producing cells increased. The proportional frequency of this double positive cell population diminished, and may have later evolved to a dominant population of single IL-2-producers. Previous studies found a clear relationship between the role of IL-2 in cell proliferation and longevity of T cells and suggested that IL-2-only secreting cells are typical of central memory T cells that persist after antigen clearance [27
]. It has been further suggested that TNF-α/IL-2 producing T cells and single-IL-2-producing cells may constitute a “reservoir” population of memory T cells that can rapidly proliferate and differentiate to effector T cells upon re-exposure to infectious agent [39
]. Our findings are consistent with this model because of the high frequencies of these two populations and detection of memory markers.
Comparison of MFI values one week after the third vaccination suggested a hierarchy of cytokine secretion: triple cytokine-producing cells, albeit very low in absolute frequencies, produced more cytokine on a per cell basis than double-producers and the latter produced more cytokine than the single producers. This hierarchy is particularly consistent for IFN-γ production. In an animal model of leishmaniasis the iMFI values (a product of MFI by frequencies) calculated for IFN-γ correlated with protection [16
]. In our experiments, AMA1 vaccination resulted in a striking change in iMFI values for CD4 T cells. These findings suggest that analysis of the product of frequencies and MFIs may be a superior approach to evaluate T cell responses to malarial vaccines or natural infection, since frequencies alone give an incomplete picture of T-cell responses. Further studies with larger numbers of samples from either case-controlled study during natural infection, or following vaccination and challenge, will help us determine if such correlations exist.
Interestingly, our results indicated that in the CD8 T cell population, the proportion of IFN-γ producing cells increased 5–6 fold after the first vaccination and, as in the CD4 T cell population mentioned above, an expanded single-IL-2-producing population appeared later. Thus, CD8 T cells also underwent cytokine profile changes after AMA1 vaccination, although it has been widely accepted that blood stage antigens are almost exclusively presented to CD4 T cells. This finding may be explained by cross-presentation, a mechanism that involves uptake and processing of exogenous antigens within the major histocompatibility complex class I pathway [41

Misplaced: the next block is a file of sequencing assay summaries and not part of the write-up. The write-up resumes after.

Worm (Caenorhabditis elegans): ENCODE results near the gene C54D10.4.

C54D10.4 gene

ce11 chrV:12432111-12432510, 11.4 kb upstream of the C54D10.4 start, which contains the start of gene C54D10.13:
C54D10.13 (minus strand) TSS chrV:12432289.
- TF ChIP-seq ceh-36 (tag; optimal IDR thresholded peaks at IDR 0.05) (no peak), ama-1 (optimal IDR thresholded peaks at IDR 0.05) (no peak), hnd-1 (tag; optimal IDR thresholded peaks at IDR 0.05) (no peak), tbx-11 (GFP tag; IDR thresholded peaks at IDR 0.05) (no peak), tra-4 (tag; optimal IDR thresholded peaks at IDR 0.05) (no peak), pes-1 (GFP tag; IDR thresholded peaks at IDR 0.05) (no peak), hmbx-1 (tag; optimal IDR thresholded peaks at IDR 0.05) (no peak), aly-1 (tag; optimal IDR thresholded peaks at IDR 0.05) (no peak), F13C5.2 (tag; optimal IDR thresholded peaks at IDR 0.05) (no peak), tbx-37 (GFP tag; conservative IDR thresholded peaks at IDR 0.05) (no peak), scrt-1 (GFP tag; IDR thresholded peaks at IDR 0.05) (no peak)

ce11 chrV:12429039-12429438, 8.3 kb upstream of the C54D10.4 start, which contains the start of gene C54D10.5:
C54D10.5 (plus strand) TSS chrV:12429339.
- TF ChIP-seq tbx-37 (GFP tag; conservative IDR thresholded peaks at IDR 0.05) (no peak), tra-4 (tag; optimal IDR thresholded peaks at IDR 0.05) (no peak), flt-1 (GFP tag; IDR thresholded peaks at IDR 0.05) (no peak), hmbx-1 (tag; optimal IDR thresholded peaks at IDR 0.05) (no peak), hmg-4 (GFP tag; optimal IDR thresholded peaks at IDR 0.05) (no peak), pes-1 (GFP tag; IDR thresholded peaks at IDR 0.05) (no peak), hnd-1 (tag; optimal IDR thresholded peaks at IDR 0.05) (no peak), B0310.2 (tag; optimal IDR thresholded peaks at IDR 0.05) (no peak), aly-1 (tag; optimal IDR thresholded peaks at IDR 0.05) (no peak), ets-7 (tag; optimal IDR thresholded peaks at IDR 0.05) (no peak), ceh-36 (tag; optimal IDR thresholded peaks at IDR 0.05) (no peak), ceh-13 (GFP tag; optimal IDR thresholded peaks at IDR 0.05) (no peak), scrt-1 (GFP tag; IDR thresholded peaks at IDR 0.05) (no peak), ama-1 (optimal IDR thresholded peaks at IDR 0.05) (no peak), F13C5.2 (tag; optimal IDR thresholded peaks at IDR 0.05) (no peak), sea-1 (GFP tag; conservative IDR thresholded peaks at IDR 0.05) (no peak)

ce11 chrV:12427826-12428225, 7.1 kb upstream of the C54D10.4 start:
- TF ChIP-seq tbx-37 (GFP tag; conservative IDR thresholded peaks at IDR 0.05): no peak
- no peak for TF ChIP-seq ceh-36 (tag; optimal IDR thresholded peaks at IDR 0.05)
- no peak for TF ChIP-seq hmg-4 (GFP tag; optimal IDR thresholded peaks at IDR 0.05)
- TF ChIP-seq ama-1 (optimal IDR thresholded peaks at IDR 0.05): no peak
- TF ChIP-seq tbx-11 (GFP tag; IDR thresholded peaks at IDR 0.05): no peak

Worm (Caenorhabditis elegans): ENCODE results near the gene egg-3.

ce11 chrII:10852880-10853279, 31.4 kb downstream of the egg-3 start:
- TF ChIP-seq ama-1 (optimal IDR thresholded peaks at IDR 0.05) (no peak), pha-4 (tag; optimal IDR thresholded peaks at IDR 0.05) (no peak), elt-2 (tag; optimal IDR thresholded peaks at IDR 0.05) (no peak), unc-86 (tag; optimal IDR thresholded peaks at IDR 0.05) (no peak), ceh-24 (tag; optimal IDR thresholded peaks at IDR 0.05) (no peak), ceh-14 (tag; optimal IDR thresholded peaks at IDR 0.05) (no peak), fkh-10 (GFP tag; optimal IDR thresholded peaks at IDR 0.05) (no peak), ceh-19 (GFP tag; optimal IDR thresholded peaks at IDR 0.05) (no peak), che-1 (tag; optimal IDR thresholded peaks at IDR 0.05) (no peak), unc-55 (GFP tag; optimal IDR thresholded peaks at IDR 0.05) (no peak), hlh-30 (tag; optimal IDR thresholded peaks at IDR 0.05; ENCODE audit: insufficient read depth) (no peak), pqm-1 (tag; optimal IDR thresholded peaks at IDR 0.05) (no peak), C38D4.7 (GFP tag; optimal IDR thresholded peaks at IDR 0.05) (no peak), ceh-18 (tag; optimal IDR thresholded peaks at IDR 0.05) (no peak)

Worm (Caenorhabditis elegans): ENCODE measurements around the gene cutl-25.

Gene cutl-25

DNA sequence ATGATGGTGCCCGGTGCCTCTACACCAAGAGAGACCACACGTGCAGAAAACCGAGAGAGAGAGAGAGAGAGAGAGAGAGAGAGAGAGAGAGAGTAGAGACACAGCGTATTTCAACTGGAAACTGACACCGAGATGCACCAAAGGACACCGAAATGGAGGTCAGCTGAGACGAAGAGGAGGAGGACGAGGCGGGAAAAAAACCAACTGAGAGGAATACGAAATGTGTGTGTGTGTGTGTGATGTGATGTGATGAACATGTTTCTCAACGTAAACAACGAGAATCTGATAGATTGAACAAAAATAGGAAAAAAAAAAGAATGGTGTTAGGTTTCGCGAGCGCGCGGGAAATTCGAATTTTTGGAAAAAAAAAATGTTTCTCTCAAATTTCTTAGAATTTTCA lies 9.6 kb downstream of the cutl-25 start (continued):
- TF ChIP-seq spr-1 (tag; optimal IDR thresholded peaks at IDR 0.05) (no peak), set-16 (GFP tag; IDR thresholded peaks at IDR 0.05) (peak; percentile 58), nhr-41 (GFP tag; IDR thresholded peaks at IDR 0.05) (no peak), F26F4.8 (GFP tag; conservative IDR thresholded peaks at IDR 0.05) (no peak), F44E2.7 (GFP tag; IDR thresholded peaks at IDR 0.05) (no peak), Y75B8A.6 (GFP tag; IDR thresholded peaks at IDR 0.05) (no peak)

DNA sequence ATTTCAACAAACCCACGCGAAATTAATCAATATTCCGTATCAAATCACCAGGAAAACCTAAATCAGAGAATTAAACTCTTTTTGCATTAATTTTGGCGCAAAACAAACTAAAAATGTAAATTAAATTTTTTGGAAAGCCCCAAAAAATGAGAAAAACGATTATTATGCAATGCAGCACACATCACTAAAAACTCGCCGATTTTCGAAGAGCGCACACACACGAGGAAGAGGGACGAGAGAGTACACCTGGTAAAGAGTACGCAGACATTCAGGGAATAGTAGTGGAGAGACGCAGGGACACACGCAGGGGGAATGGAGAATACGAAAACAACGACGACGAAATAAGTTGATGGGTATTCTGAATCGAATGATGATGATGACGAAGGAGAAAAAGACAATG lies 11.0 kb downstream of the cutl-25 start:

]. Of note, De Rosa and colleagues found that hepatitis B virus (HBV) immunization in humans may also induce significant CD8 responses, nearly identical in magnitude to CD4 responses [37
]. Future cellular studies on malaria will help to confirm if other blood stage malaria antigens are also capable of eliciting CD8 T cell responses.
We characterized the memory subpopulations based on CD45RO and CD62L expression. Comparison of the expression patterns before and after vaccination indicates that both central and effector memory responses are induced by AMA1 vaccination and that these memory subpopulations are evident as early as one week after the first vaccination. Most of our knowledge of the development of T cell memory is based on mouse models, particularly viral infection models inducing CD8 memory T cells [42
], while the maintenance and functional characteristics of memory CD4 T cells are less clear. The appearance of both CD4 Tcm
memory populations within 1 week of the first vaccination is consistent with a divergent model of memory cell generation as suggested previously [43
]. In a study using tetanus toxoid re-immunization with a technical approach similar to ours, Tem
could be identified as early as 5 days after re-immunization [44
], indicating that once a specific memory population has been established, rapid proliferation can occur upon to exposure to the target antigen. Malaria studies focusing on memory T cell populations will be important to elucidate the role of these different populations for protection, and to identify the determinants of longevity of memory responses.
In conclusion, we have demonstrated that AMA1/Alhydrogel® vaccination stimulates multifunctional cytokine producing cells in both CD4 and CD8 T cell populations. We have described the unique cytokine patterns induced by AMA1 vaccination, and also have shown that Ag-specific memory T cells, both Tem and Tcm, develop soon after immunization and can be detected in peripheral blood. These results demonstrate a successful new approach to the evaluation of cell-mediated immunogenicity of blood stage malaria vaccine candidates, which can be extended to other vaccine formulations with AMA1 and other parasite antigens. The detailed analysis of cellular immune responses based on cytokine profiles and memory cell development in this study enhances our ability to compare immune responses to specific malaria antigens qualitatively and quantitatively both in naïve individuals and in children and adults in malaria endemic areas.